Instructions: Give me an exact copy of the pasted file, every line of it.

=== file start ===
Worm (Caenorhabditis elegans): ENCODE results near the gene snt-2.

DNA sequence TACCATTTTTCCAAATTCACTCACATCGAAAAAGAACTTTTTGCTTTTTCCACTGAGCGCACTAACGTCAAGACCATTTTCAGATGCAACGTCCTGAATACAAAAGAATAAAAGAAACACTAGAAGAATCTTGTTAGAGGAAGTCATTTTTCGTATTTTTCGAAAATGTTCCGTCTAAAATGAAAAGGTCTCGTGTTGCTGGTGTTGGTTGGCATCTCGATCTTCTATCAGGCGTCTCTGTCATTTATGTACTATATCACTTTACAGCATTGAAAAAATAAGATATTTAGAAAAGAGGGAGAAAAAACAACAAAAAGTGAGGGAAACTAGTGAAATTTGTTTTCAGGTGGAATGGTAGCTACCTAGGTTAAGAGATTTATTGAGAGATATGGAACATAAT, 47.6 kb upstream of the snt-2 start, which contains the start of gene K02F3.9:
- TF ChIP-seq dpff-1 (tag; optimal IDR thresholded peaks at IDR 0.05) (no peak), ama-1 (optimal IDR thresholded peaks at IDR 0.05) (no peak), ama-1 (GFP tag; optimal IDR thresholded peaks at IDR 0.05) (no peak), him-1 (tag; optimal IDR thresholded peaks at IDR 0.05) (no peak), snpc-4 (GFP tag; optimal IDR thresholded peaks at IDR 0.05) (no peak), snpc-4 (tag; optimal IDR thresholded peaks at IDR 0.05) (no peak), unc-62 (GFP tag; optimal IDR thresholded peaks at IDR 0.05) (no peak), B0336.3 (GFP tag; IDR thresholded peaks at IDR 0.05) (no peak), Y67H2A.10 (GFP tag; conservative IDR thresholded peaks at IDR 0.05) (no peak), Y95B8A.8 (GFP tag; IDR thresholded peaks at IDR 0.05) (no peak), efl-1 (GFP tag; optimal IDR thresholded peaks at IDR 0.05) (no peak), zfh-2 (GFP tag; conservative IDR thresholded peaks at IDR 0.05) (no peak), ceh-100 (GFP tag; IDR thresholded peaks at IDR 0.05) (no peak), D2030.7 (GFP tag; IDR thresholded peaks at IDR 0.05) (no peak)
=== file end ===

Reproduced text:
Worm (Caenorhabditis elegans): ENCODE results near the gene snt-2.

DNA sequence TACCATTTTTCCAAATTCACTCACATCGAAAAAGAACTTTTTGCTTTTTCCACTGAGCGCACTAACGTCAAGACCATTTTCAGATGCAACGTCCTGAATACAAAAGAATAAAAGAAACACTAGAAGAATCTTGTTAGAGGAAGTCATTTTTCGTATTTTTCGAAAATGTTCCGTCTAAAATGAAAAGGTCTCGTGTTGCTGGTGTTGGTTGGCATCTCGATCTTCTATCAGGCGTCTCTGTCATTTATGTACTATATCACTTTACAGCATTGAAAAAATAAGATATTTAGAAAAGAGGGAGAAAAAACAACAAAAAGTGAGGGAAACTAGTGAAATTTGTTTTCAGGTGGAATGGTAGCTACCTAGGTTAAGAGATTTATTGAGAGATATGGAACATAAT, 47.6 kb upstream of the snt-2 start, which contains the start of gene K02F3.9:
- TF ChIP-seq dpff-1 (tag; optimal IDR thresholded peaks at IDR 0.05) (no peak), ama-1 (optimal IDR thresholded peaks at IDR 0.05) (no peak), ama-1 (GFP tag; optimal IDR thresholded peaks at IDR 0.05) (no peak), him-1 (tag; optimal IDR thresholded peaks at IDR 0.05) (no peak), snpc-4 (GFP tag; optimal IDR thresholded peaks at IDR 0.05) (no peak), snpc-4 (tag; optimal IDR thresholded peaks at IDR 0.05) (no peak), unc-62 (GFP tag; optimal IDR thresholded peaks at IDR 0.05) (no peak), B0336.3 (GFP tag; IDR thresholded peaks at IDR 0.05) (no peak), Y67H2A.10 (GFP tag; conservative IDR thresholded peaks at IDR 0.05) (no peak), Y95B8A.8 (GFP tag; IDR thresholded peaks at IDR 0.05) (no peak), efl-1 (GFP tag; optimal IDR thresholded peaks at IDR 0.05) (no peak), zfh-2 (GFP tag; conservative IDR thresholded peaks at IDR 0.05) (no peak), ceh-100 (GFP tag; IDR thresholded peaks at IDR 0.05) (no peak), D2030.7 (GFP tag; IDR thresholded peaks at IDR 0.05) (no peak)